Three weeks ago Ajinkya Rahane posted a video on social media of him batting in the indoor nets titled "Getting ready for England". It was a rather precarious condition for Rahane. The Mumbai rains had set in, there was still a month before the first Test, and he was no longer part of the Indian one-day or T20I team. He had led India in a Test match against Afghanistan 10 days earlier in Bengaluru, but all of a sudden he had the rare privilege of ‘time' to get ready for a Test series.
Time is a rare commodity for a modern-day cricketer and Rahane was desperate to utilise it in the best possible manner. From the short video clips, one can clearly notice the ball he batted against is the artificial swing ball. It is red on one side and white on the other, it is made of plastic and it moves prodigiously through the air. While it is not exactly like facing James Anderson or Stuard Broad, it is as close as one can get in the monsoon season of Mumbai.
The meticulous practice session is sure to hold Rahane in good stead, as is the case that he can solely structure his game on one format. With the white-ball cricket concluding on the tour, Rahane can concentrate all his energy on conjuring up methods and plans to succeed in the longer format. For a while now, his mind has looked scrambled trying to adjust between the different formats, and it has affected him mentally. The upcoming five-Test series presents him a wonderful opportunity to stamp his authority as India's most important player in red-ball cricket.
While all the attention will be on Virat Kohli, Rahane is likely to fly under the radar, a status he thrives on. He also has the opulence of having scored runs in England under the most demanding situations. His hundred at Lord's on a pitch that resembled the green pastures of a Swiss countryside was a sign of his enormous potential and quality. Rahane has the game to bat according to the situation; he can up the ante, coming in at 250/3, and can be equally effective at 30/3. In England, there will be situations where he will need to bat in varying circumstances. There is also the case that he will be the last frontline batsmen coming in at No 5, and will need to rally around the lower order. To keep it simple, he will be India's man for all scenarios and to have time to think about his role poses a wonderful opportunity for him to be the lynchpin of the Indian batting this summer.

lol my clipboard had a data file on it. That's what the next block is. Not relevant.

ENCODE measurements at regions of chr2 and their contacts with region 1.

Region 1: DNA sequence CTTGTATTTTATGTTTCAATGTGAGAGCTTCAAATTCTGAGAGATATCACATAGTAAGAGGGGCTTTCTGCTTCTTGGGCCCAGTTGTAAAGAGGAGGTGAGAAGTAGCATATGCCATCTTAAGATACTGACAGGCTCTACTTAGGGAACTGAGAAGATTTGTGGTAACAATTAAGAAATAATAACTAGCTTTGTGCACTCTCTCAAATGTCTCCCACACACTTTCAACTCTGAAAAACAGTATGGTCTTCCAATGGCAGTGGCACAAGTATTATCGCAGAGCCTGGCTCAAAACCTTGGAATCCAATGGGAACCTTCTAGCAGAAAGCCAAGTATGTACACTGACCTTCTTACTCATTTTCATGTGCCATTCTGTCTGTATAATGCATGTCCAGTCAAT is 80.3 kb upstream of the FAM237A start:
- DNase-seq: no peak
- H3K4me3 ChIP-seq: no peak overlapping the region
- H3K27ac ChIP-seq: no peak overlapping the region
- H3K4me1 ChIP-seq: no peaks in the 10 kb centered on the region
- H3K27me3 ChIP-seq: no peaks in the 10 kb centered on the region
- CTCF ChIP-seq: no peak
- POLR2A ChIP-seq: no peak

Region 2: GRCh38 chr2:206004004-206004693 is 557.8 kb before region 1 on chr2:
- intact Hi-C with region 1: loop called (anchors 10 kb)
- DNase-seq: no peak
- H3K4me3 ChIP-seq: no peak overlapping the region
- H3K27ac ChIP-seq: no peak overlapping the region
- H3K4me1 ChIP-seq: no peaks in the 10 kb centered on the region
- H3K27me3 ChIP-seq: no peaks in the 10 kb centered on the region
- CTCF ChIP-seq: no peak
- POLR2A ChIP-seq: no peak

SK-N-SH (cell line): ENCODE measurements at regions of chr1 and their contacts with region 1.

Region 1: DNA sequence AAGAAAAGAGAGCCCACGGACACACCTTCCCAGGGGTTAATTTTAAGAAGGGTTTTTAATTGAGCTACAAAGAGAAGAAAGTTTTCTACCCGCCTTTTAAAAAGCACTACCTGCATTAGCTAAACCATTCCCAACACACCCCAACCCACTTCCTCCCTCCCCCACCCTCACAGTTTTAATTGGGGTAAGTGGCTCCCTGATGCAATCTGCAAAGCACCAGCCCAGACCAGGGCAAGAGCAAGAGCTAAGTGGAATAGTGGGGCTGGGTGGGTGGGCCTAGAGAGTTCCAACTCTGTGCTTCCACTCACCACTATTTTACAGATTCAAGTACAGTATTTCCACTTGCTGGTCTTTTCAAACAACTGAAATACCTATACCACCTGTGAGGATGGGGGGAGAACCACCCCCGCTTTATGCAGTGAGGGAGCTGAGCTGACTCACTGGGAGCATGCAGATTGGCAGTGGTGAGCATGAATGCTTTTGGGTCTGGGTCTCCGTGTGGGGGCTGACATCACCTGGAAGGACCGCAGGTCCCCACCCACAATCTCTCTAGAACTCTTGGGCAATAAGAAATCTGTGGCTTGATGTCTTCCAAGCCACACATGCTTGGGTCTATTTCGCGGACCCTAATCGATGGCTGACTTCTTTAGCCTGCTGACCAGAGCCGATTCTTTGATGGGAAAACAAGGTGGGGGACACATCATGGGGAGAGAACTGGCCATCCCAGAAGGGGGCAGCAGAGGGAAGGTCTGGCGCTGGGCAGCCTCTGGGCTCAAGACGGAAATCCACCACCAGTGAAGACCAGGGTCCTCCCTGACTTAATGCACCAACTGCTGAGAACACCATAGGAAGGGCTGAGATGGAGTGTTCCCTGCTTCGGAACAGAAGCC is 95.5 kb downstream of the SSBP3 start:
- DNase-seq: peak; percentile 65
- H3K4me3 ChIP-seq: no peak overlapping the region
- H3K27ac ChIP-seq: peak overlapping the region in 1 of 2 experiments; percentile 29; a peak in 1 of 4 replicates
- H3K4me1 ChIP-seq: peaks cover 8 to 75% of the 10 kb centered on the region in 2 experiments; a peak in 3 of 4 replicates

Technically, Rahane is arguably the best equipped to handle the moving ball. He is also a furious puller and hooker, so this series presents him an opportunity to enhance his reputation as one of India's finest batsmen outside of Asia. Rarely in its rich batting history has India had a man that had managed to average higher outside the sub-continent. As of now, Rahane averages a mere 37 on the slow, low, turning tracks of Asia, but on the foreign pitches, his average skews over 50. It is a remarkable record, as well as a sign that India needs Rahane to continue his majestic touch if India is to win a series on the British Isles.
The only blemish in Rahane's game is against quality spin bowling, but with England not boasting a high-class slow bowler, it only improves his chances of accumulating runs this summer. Four years ago, Rahane was guilty of pushing too hard at the ball and resulted in him getting dismissed caught and bowled in three of his last five innings. It is an area he will need to rectify and from the clip he posted on Instagram, it is noticeable that he has made the conscious effort of playing the ball right under his eyes and waiting for the ball to come to him, rather than catching up with it.
With a month away from the game, Rahane is well poised to have a significant impact. Last week ever so quietly, Rahane spent quality time in the middle against the English Lions, conjuring up scores of 46 and 49. He will also have a hit-out in the tour match leading up to the Tests. Add to that the two weeks preparation in the indoor nets in Mumbai, and Rahane simply could not be better prepared for such a tour. He has no burden of white-ball cricket and his record overseas is outstanding. At the age of 30, one doubts he will get a better chance to prove to the world why he is on parallel with Kohli when it comes to red-ball cricket. Test cricket is his time to shine.
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